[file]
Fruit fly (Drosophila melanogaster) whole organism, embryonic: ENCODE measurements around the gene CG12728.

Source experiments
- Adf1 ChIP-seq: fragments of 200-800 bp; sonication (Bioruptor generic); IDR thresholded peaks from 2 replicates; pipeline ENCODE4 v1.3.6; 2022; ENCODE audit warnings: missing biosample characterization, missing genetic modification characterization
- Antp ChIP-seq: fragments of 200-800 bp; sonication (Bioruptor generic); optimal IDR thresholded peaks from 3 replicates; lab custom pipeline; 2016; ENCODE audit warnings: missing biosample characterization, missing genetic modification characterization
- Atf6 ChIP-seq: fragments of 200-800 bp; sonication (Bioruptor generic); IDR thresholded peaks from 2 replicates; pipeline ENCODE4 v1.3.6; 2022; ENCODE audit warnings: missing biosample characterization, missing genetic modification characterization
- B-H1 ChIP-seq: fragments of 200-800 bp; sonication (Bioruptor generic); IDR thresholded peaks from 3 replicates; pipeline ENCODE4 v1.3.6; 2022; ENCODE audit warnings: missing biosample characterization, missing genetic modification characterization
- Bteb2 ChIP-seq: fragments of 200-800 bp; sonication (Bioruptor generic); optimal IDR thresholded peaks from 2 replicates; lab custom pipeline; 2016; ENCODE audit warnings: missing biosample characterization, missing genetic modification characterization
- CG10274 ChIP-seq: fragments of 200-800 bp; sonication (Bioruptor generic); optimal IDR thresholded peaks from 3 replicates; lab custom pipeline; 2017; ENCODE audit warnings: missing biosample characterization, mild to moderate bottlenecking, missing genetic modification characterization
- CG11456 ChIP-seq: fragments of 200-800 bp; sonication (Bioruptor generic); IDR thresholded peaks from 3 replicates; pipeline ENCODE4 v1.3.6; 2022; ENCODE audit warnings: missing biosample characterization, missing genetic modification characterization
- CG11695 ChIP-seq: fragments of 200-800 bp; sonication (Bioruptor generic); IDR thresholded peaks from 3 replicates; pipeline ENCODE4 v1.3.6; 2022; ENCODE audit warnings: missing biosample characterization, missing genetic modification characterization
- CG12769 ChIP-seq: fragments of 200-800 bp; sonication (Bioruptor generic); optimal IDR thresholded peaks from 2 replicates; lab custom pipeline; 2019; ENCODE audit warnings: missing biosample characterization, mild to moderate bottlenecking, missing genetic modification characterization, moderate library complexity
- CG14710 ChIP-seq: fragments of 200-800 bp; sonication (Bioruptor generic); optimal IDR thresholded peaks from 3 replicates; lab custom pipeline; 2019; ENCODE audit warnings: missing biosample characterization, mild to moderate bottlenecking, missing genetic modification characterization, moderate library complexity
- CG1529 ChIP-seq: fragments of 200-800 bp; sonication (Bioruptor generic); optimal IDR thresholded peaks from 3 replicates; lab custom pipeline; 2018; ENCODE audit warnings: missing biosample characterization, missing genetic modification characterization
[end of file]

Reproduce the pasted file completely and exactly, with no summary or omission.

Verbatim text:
Fruit fly (Drosophila melanogaster) whole organism, embryonic: ENCODE measurements around the gene CG12728.

Source experiments
- Adf1 ChIP-seq: fragments of 200-800 bp; sonication (Bioruptor generic); IDR thresholded peaks from 2 replicates; pipeline ENCODE4 v1.3.6; 2022; ENCODE audit warnings: missing biosample characterization, missing genetic modification characterization
- Antp ChIP-seq: fragments of 200-800 bp; sonication (Bioruptor generic); optimal IDR thresholded peaks from 3 replicates; lab custom pipeline; 2016; ENCODE audit warnings: missing biosample characterization, missing genetic modification characterization
- Atf6 ChIP-seq: fragments of 200-800 bp; sonication (Bioruptor generic); IDR thresholded peaks from 2 replicates; pipeline ENCODE4 v1.3.6; 2022; ENCODE audit warnings: missing biosample characterization, missing genetic modification characterization
- B-H1 ChIP-seq: fragments of 200-800 bp; sonication (Bioruptor generic); IDR thresholded peaks from 3 replicates; pipeline ENCODE4 v1.3.6; 2022; ENCODE audit warnings: missing biosample characterization, missing genetic modification characterization
- Bteb2 ChIP-seq: fragments of 200-800 bp; sonication (Bioruptor generic); optimal IDR thresholded peaks from 2 replicates; lab custom pipeline; 2016; ENCODE audit warnings: missing biosample characterization, missing genetic modification characterization
- CG10274 ChIP-seq: fragments of 200-800 bp; sonication (Bioruptor generic); optimal IDR thresholded peaks from 3 replicates; lab custom pipeline; 2017; ENCODE audit warnings: missing biosample characterization, mild to moderate bottlenecking, missing genetic modification characterization
- CG11456 ChIP-seq: fragments of 200-800 bp; sonication (Bioruptor generic); IDR thresholded peaks from 3 replicates; pipeline ENCODE4 v1.3.6; 2022; ENCODE audit warnings: missing biosample characterization, missing genetic modification characterization
- CG11695 ChIP-seq: fragments of 200-800 bp; sonication (Bioruptor generic); IDR thresholded peaks from 3 replicates; pipeline ENCODE4 v1.3.6; 2022; ENCODE audit warnings: missing biosample characterization, missing genetic modification characterization
- CG12769 ChIP-seq: fragments of 200-800 bp; sonication (Bioruptor generic); optimal IDR thresholded peaks from 2 replicates; lab custom pipeline; 2019; ENCODE audit warnings: missing biosample characterization, mild to moderate bottlenecking, missing genetic modification characterization, moderate library complexity
- CG14710 ChIP-seq: fragments of 200-800 bp; sonication (Bioruptor generic); optimal IDR thresholded peaks from 3 replicates; lab custom pipeline; 2019; ENCODE audit warnings: missing biosample characterization, mild to moderate bottlenecking, missing genetic modification characterization, moderate library complexity
- CG1529 ChIP-seq: fragments of 200-800 bp; sonication (Bioruptor generic); optimal IDR thresholded peaks from 3 replicates; lab custom pipeline; 2018; ENCODE audit warnings: missing biosample characterization, missing genetic modification characterization